Physics professor Bill Dennis is director of the new Nanoscale Science and Engineering Center-or NanoSEC-at UGA. He talked with Columns about nanotechnology on campus.
Columns: I understand UGA has its first nanotechnology course, PHYS 4200-6200, and I’d like to talk about that.
Dennis: I think it’s worth saying that this is the second time that we’ve offered it-the first time was sort of experimental. This time it actually exists as a class within the university system.
We also have some ideas for some other classes. One is a nanofabrication lab class, where the kids actually get hands-on experience using nanofabrication techniques and looking at the structures that they’ve made.
We also hope to put together a multi-instructor type of course, where computational techniques are used to model nanosystems and deal with things on the atomic scale up to the macroscopic scale.
Columns: So this initial group of courses will anchor the introduction of nanotech on campus?
Dennis: These courses are going to form the centerpiece of what we hope will be a graduate nanotechnology certificate program. The idea is to use that as a platform to compete for NSF initiatives.
Columns: Does the NanoSEC have members?
Dennis: Basically our membership is people who demonstrate they’re working in nanotechnology or working in something that is impacted by it. At the moment we have about 30 members, from eight departments across four colleges.
The idea is to have a common, central voice, so that we can try and get improved facilities that will benefit all of us.
I’d like to hope that NanoSEC is highlighting people’s research, a lot of which has been going on for many years but just didn’t have the mechanisms to make it as up-front as it is now.
Columns: Would you say that nanotechnology is a sub-discipline of physics?
Dennis: What defines nanotechnology is the scale and-to be a little bit more specific-some of the functionality has to come out of that scale. It’s not enough to shrink something down to nano size if you just have a smaller object that’s functionally not different.
Nanoscience is not a discipline of physics-it truly is a cross-disciplinary field that’s in the process, at the moment, of still being defined. If you look at many of the collaborations that are going on, they exist among and between physics, biological engineering, chemistry, vet med, pharmacy, genetics-it’s amazing how important these cross-cutting collaborations are. That’s where the action is.
Columns: How is nanotech developing at other places?
Dennis: Nationally there are much bigger centers. We try and have collaborations with life sciences, which are strong on campus.
Nanotechnology is still new. The government is pumping a lot of money into it, though it’s not clear at this stage how great an impact nanotech will actually have on our lives. But it goes from the continual shrinking of microfabrication down into nanofabrication, to all sorts of new applications-like new sports equipment or better, tougher fabric for clothes.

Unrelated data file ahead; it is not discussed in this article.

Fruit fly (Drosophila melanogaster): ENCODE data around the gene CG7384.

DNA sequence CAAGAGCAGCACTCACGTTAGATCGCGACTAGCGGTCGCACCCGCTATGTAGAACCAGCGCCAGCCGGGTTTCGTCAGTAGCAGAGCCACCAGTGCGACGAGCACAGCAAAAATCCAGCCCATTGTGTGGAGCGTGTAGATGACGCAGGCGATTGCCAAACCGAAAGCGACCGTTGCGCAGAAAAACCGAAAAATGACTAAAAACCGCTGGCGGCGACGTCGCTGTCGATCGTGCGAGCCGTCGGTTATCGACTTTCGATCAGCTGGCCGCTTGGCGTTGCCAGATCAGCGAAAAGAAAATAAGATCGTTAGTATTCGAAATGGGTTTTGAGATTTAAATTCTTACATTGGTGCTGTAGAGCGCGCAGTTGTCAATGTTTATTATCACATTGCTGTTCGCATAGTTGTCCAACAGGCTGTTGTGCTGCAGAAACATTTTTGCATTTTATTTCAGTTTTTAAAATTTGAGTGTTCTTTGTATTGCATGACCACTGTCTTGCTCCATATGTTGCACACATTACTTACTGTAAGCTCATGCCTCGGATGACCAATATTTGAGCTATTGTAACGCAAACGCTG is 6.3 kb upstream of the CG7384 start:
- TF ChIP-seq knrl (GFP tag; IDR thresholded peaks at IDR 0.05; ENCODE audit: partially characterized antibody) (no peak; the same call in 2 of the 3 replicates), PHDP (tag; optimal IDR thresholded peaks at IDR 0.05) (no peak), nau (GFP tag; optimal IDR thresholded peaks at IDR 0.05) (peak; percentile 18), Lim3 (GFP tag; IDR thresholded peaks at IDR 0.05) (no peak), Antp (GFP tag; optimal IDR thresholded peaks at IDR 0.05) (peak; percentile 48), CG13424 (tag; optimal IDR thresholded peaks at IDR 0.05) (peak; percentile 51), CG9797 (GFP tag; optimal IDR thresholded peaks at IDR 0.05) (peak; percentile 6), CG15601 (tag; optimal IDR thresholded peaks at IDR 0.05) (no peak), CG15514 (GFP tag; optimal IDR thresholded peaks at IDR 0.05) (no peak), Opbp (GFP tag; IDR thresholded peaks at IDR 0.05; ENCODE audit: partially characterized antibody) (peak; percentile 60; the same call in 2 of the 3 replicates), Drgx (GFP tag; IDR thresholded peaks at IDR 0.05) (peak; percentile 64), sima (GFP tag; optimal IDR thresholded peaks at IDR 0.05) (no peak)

Columns: And how are universities preparing to take advantage of that government emphasis?
Dennis: The government is also putting emphasis on education-K-12-teaching our kids something about nanotechnology. And that’s something that NanoSEC has been involved in, in various ways. It’s important to let high schoolers know that it’s out there and that it will impact them.
In my limited experience it’s something these kids aren’t aware of, but if you look at some of the projections that nanotechnology will have on the global economy, many in school at the moment are probably going to have nanotechnology-related careers.
Presentations to students and tours are also the type of outreach that is a good way of recruiting interested students to UGA.
Columns: It’s odd to be still trying to define something that is expected to affect the lives of millions of people. But it’s not particularly theoretical, like string theory. Is it just a matter of what we can do physically?
Dennis: The buzz word, I guess, is nanotechnology, although that involves nanoscience and nanoengineering. But it’s about devices and functionality-new improved devices, new improved materials. We all like “new and improved.”
Columns: And are we going to watch the laws of physics bend and twist as things get smaller?
Dennis: No. What we’re going to do, though, is find that different laws will become important. Do things behave the way our intuition tells us? Maybe not, because our intuition is built on what we experience macroscopically. So I don’t think we will challenge the laws of physics so much as just see new laws come into play, ones that we’re not so familiar with.